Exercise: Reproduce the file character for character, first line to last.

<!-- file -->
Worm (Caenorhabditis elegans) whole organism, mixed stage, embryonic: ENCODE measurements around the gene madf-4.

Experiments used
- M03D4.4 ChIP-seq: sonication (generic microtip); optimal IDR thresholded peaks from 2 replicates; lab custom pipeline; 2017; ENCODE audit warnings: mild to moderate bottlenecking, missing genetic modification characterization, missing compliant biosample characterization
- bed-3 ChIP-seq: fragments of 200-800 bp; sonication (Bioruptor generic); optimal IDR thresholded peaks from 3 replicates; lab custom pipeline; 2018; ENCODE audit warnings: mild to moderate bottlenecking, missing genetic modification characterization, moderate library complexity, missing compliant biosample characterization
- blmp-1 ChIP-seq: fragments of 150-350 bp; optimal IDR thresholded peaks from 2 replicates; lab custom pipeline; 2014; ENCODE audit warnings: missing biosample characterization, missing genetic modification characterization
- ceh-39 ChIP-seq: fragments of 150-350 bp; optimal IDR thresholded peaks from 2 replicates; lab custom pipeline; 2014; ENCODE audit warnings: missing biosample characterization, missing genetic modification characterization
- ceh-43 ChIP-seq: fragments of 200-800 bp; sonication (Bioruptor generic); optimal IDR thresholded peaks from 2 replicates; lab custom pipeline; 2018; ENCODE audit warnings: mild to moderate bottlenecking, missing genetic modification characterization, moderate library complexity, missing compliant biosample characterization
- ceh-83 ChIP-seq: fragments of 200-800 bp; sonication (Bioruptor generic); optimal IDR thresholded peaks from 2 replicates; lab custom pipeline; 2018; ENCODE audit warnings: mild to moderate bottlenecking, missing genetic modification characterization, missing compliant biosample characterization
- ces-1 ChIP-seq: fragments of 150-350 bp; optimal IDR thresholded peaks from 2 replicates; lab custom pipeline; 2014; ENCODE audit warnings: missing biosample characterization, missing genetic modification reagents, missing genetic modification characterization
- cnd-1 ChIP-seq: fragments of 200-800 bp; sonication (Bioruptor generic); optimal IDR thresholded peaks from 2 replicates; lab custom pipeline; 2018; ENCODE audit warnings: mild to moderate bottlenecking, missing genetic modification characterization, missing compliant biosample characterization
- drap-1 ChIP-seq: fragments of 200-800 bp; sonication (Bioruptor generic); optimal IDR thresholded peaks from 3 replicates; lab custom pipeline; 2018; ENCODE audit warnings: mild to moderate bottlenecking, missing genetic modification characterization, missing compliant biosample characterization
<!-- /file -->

Worm (Caenorhabditis elegans) whole organism, mixed stage, embryonic: ENCODE measurements around the gene madf-4.

Experiments used
- M03D4.4 ChIP-seq: sonication (generic microtip); optimal IDR thresholded peaks from 2 replicates; lab custom pipeline; 2017; ENCODE audit warnings: mild to moderate bottlenecking, missing genetic modification characterization, missing compliant biosample characterization
- bed-3 ChIP-seq: fragments of 200-800 bp; sonication (Bioruptor generic); optimal IDR thresholded peaks from 3 replicates; lab custom pipeline; 2018; ENCODE audit warnings: mild to moderate bottlenecking, missing genetic modification characterization, moderate library complexity, missing compliant biosample characterization
- blmp-1 ChIP-seq: fragments of 150-350 bp; optimal IDR thresholded peaks from 2 replicates; lab custom pipeline; 2014; ENCODE audit warnings: missing biosample characterization, missing genetic modification characterization
- ceh-39 ChIP-seq: fragments of 150-350 bp; optimal IDR thresholded peaks from 2 replicates; lab custom pipeline; 2014; ENCODE audit warnings: missing biosample characterization, missing genetic modification characterization
- ceh-43 ChIP-seq: fragments of 200-800 bp; sonication (Bioruptor generic); optimal IDR thresholded peaks from 2 replicates; lab custom pipeline; 2018; ENCODE audit warnings: mild to moderate bottlenecking, missing genetic modification characterization, moderate library complexity, missing compliant biosample characterization
- ceh-83 ChIP-seq: fragments of 200-800 bp; sonication (Bioruptor generic); optimal IDR thresholded peaks from 2 replicates; lab custom pipeline; 2018; ENCODE audit warnings: mild to moderate bottlenecking, missing genetic modification characterization, missing compliant biosample characterization
- ces-1 ChIP-seq: fragments of 150-350 bp; optimal IDR thresholded peaks from 2 replicates; lab custom pipeline; 2014; ENCODE audit warnings: missing biosample characterization, missing genetic modification reagents, missing genetic modification characterization
- cnd-1 ChIP-seq: fragments of 200-800 bp; sonication (Bioruptor generic); optimal IDR thresholded peaks from 2 replicates; lab custom pipeline; 2018; ENCODE audit warnings: mild to moderate bottlenecking, missing genetic modification characterization, missing compliant biosample characterization
- drap-1 ChIP-seq: fragments of 200-800 bp; sonication (Bioruptor generic); optimal IDR thresholded peaks from 3 replicates; lab custom pipeline; 2018; ENCODE audit warnings: mild to moderate bottlenecking, missing genetic modification characterization, missing compliant biosample characterization